Chapter 3

 The Short First Night

After Compline, Faith and I discovered the library. Hesitating a moment in the doorway, we entered the quiet room, fragrant with lemon polish and beeswax.

Inspecting the bookshelves we noted a generous assortment of English, Russian and Greek literature. Thumbing through a few English paperbacks, I spied a book by someone called Abbess Thaisia, “Letters to a Beginner, On Giving One’s Life to God”.

“There you are! I was looking for you two!”

I almost jumped out of my skin.  Abbess Everild strode into the library with Marina in tow.

“Before Evening Prayers, we will review three very important points.”

Matushka noticed me holding the book by Abbess Thaisia. “Ah yes, a very good choice, full of spiritual gems… feel free to borrow it!” Then she noticed Faith holding a thick green book.

“No, Faith, uh-uh,” Matushka shook her head, “That’s too heavy!”

“Yah, I know!” Faith agreed fervently “It weighs a ton!”

Matushka’s lips twitched. “It’s heavy Faith… in the way of not being very practical for lay people to read!”

“Oh.” Faith blushed.

Gliding over to another section of the library we hadn’t searched yet, Matushka cocked her head and pulled out a book from the shelf. I recommend this instead,” she said, and traded Faith with a book called “The Purple Mantle” by Aliki Kafetzopoulou.

Marina leaned silently against the library desk.

“Now, where were we? Ah, yes… My little litany,” smiled Matushka. “No visiting the nuns’ cells uninvited, as they will be either resting or at prayer. One of the nuns will wake you at 5 am each morning, a half hour before Morning Prayers start. After breakfast each day, you will each be assigned obediences, along with the other sisters.”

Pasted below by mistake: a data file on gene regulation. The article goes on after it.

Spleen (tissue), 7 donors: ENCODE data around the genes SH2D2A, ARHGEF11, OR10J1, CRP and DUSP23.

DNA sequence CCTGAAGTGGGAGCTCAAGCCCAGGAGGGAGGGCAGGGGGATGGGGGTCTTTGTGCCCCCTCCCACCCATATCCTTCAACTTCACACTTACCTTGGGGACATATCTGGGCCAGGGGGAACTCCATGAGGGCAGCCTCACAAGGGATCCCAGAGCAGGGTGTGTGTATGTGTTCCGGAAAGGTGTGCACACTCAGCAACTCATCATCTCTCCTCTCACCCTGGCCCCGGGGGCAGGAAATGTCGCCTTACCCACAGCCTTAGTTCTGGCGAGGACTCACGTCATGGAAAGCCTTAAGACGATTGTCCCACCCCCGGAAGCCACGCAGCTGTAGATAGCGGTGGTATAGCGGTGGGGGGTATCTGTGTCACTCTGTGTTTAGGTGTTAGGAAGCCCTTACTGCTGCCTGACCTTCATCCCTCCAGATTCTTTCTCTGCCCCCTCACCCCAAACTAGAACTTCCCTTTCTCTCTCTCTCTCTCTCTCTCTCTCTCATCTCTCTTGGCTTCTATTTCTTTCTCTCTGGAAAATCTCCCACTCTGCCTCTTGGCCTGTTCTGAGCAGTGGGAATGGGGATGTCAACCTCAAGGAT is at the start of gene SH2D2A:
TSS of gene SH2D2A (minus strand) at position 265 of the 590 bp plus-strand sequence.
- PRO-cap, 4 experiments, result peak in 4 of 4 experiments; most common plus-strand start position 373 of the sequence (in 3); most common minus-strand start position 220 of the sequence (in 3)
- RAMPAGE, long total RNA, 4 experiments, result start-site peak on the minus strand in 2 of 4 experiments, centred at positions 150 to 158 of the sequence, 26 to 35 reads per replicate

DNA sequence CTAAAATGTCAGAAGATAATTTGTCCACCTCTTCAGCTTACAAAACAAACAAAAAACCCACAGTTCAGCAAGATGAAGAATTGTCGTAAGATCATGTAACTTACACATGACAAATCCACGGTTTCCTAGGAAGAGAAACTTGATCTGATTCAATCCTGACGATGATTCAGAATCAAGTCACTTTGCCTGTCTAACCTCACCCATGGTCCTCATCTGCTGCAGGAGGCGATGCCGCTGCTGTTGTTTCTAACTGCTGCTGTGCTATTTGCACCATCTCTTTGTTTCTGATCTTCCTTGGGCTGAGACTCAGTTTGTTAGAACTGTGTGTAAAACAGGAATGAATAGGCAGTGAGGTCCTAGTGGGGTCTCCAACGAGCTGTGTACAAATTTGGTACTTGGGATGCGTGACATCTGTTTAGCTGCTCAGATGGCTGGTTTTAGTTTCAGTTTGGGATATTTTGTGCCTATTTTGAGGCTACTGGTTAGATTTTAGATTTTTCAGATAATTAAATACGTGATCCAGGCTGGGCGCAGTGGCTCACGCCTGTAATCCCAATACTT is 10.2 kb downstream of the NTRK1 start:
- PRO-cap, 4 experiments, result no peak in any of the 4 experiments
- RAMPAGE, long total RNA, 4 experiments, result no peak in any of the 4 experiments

I cheekily responded to Matushka’s little litany with a heartfelt, “Lord have mercy!”

Marina snorted, but Matushka ignored us both.

What kind of holiday was this going to be? Rise at five in the morning? Horrendous! And the word obediences sounded ominously like a synonym for chores.

Matushka clapped her hands together, and inquired, “Now then, who here is a good cook?”

My eyebrows and hand shot heavensward like an arrow, “Me! I make a mean omelet!” This fact of course, was revealed with the greatest possible humility.

“Really?” marvelled Matushka, her eyes dancing and crinkling up again at the corners. “Well then, I’ll give our novices Sisters Maria and Juliana, who usually make breakfast, a morning off from cooking. You, Faith and Marina will make breakfast tomorrow! There are sixteen… no, wait, seventeen of us now. We eat at 8 am.”

“Sure, no problem Matushka,” I said proudly, adrenaline coursing through my veins. Breakfast for seventeen? How hard can that be?

“Oh boy,” sighed Faith.

Marina as usual, was as silent as the Sphinx. In my mind’s eye I pictured the Great Sphinx of Giza sitting placidly in the burning Saharan sun… decked out with multiple face piercings. I briefly wondered if Marina had trouble passing through the metal detector at airports. Yup, it was my mission to make that girl talk.